Sunday, December 13, 2009
Do Evangelical's emphasise the authority of leadership too much?
One of the principal reasons that some Anglicans have objected to women priests is due to their theological understanding of the functionality of the role. In the Evangelical wing of the church, Ordination is understood as a calling to leadership and authority over the people of God. Incumbents are expected to fulfil a teaching and preaching role primarily, leading the people and proclaiming God’s word from the pulpit.
The Church of England Ordinal certainly states that these roles are indeed part of priestly ministry:
“They are to proclaim the word of the Lord” and “They are to unfold the Scriptures, to preach the word in season and out of season, and to declare the mighty acts of God.”
It could also be argued that an authoritative role is hinted at when the ordinal says:
“They are to teach and to admonish” and “Formed by the word, they are to call their hearers to repentance and to declare in Christ's name the absolution and forgiveness of their sins.”
However, nowhere is the actual word ‘authority’ mentioned. Indeed the Ordinal puts far more emphasis on serving and caring for the people of God and for those who are outside the kingdom, than on anything else.
“Priests are called to be servants and shepherds among the people to whom they are sent... They are to be messengers, watchmen and stewards of the Lord; to feed and provide for his people ...and to walk with them in the way of Christ, nurturing them in the faith...They are to resist evil, support the weak, defend the poor, and intercede for all in need. They are to minister to the sick and prepare the dying for their death.”
The language above is heavy with subservient, selfless language. It echoes the words of Jesus - the Good Shepherd and also the use of the word 'diakonos' (servant) in the letters of Paul to describe the churches leaders.
A shepherd cares for the sheep and puts himself at risk for them. A steward and a messenger both serve others. Feeding, nurturing, supporting and defending are all words which suggest selfless caring and pastoral responsibility.
In the ordinal's description, as in scripture the importance of 'being in authority' seem almost entirely absent. Why then are they emphasised so much Evangelical circles?
All Anglican priests accept the Ordinal’s description when they are ordained. If they have integrity it is fair to assume that they must agree in full with the theology of the priestly statement.
With the exception of teaching and preaching most of the ordinals listed functions of a priest could and should be fulfilled by women as well as men, even allowing for the most 'complementarian' readings/interpretations of scripture. No-one would argue that a woman shouldn’t ‘defend the poor and intercede for those in need’ for example.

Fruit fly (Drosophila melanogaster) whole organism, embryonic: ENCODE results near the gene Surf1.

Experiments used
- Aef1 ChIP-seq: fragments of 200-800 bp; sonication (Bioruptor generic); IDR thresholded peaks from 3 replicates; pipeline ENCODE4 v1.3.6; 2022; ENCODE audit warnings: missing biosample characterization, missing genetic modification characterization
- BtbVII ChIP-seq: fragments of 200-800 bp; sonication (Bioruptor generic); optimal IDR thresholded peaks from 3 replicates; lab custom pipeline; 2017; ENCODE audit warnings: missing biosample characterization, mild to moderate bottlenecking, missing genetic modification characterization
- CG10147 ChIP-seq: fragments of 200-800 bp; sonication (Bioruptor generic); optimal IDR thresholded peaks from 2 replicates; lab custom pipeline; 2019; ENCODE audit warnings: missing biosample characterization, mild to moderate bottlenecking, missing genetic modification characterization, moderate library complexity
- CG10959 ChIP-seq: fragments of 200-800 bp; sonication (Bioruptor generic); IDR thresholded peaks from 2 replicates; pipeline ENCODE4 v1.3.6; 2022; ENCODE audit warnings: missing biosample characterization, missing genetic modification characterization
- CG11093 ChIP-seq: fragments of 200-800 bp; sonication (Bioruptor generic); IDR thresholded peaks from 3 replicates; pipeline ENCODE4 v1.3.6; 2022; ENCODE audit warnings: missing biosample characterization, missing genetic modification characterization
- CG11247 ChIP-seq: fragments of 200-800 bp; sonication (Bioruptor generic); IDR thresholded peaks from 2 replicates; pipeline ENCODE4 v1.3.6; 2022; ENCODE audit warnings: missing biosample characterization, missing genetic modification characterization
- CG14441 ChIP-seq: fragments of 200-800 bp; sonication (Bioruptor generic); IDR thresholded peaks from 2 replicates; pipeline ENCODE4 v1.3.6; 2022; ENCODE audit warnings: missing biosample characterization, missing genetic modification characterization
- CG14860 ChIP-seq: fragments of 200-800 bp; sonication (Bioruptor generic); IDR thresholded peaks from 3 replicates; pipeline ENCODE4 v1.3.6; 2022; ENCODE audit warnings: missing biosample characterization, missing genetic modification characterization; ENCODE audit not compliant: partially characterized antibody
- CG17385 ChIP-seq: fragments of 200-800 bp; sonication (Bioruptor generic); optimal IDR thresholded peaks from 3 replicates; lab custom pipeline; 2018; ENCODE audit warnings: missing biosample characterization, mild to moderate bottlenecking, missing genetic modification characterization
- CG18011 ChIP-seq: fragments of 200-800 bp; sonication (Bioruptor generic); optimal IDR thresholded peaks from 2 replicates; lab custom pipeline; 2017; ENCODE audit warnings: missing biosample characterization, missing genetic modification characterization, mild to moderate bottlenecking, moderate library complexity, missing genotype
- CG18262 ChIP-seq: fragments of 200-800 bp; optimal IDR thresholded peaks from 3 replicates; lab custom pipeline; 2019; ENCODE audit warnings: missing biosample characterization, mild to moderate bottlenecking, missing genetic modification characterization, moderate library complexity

Is it then just the teaching and preaching role which is really the problem for those who cannot accept women's ordination? Certainly this is the area of functionality that seems to be the most debated amongst evangelicals. It is also an area where certain biblical texts are frequently cited as definitive against the idea of women fulfilling this side of the role, 1 Timothy chapter 2: 11-12 for example.
However, teaching and preaching are something of a lesser issue if we examine the problem carefully. Many evangelicals will accept woomen as deacons and assistant priests but not as incumbents or as Bishops. Thus they are ok with women preaching as long as they are under a man's authority.
It is actually ‘authority’ that is at the centre of the issue for conservatives and more specifically the idea of ‘headship’. When commenting on the evangelical view of Ordained priestly ministry, R.T. France comments:
“But the heart of the issue is elsewhere: it is a matter of authority...the specific function of priests is not primarily specific acts in the context of worship, but an overall role of leadership in the parish.” (France, 1995)
Is it possible then that the conservative evangelical emphasis placed on authoritative leadership may be at odds with the wider expectations of the ordinal? In conservative evangelical churches, many of the listed responsibilities of a priest are rarely fulfilled by the incumbent, but are usually delegated to layworkers, often ironically - women. Something doesn't add up! The Church of England has an agreed theology of priestly ministry far from the day to day reality of the evangelical model. The ordinal emphasises servant leadership not authority. At ordination we pledge pourselves to serve, nurture and pastor the people of God as well as to teach them. But for many Evangelical clergy, pastoral care clearly is only very rarely the vicar's role..he believes himself to be called primarily to teach and preach and to be in authority over the people.
Why then are so many conservative evangelicals still happy to go through an ordination ceremony which demands that they make pledges they do not intend to fulfill and to agree to a very different theology of priesthood from which they actually hold?
That doesn't seem to me to be an example of integrity at all...